Saturday, August 17, 2019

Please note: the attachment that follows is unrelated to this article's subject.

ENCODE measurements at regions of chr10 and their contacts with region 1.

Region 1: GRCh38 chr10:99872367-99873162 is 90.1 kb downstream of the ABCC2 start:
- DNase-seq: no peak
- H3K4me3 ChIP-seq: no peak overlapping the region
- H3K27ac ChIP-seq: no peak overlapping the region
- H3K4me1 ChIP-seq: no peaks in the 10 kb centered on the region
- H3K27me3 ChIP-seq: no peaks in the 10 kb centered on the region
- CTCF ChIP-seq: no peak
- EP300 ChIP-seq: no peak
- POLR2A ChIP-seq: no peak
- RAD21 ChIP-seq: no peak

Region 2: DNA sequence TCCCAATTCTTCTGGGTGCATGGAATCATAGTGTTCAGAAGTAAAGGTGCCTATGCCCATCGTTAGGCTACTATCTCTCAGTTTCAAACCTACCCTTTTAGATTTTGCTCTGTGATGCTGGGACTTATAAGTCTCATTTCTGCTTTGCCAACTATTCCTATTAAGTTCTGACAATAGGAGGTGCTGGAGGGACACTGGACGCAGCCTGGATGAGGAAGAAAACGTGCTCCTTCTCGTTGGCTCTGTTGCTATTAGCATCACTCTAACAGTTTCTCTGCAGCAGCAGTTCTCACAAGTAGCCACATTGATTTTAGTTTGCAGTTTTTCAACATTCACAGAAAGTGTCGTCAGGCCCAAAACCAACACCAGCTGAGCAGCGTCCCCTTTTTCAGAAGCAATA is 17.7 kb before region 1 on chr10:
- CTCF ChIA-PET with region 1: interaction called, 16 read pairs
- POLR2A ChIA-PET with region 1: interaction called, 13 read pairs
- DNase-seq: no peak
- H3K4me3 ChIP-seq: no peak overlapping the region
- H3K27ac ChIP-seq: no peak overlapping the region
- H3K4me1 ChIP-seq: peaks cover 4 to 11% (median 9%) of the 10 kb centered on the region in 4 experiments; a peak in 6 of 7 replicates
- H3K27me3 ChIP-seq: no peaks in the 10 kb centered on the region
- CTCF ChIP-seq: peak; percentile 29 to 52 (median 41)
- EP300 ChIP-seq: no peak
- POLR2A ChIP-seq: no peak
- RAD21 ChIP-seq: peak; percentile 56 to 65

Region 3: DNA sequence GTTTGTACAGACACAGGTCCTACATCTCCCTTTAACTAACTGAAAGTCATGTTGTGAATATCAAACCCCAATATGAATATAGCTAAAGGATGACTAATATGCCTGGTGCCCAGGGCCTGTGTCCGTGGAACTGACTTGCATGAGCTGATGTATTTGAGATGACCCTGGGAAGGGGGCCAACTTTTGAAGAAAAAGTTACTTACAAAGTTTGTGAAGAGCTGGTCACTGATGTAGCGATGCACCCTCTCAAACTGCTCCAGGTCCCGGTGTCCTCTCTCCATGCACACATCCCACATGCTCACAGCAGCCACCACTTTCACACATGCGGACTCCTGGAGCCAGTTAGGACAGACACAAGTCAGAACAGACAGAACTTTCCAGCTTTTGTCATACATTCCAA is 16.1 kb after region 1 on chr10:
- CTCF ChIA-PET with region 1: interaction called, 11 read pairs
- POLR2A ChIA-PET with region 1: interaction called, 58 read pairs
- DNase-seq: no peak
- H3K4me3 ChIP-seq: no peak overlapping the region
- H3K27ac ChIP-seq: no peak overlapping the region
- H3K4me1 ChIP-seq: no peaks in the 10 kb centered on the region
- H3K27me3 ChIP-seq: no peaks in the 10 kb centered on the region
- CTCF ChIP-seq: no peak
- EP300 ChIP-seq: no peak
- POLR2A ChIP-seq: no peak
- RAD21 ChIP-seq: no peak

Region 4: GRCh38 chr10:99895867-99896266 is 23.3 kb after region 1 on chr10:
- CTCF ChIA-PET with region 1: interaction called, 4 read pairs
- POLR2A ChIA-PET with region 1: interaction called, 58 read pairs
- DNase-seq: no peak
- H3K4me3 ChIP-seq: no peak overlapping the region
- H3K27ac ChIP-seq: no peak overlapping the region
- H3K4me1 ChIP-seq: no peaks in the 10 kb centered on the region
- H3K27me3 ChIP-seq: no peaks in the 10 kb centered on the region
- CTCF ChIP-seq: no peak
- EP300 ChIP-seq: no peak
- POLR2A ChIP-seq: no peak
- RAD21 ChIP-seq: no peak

What Makes the Dream American?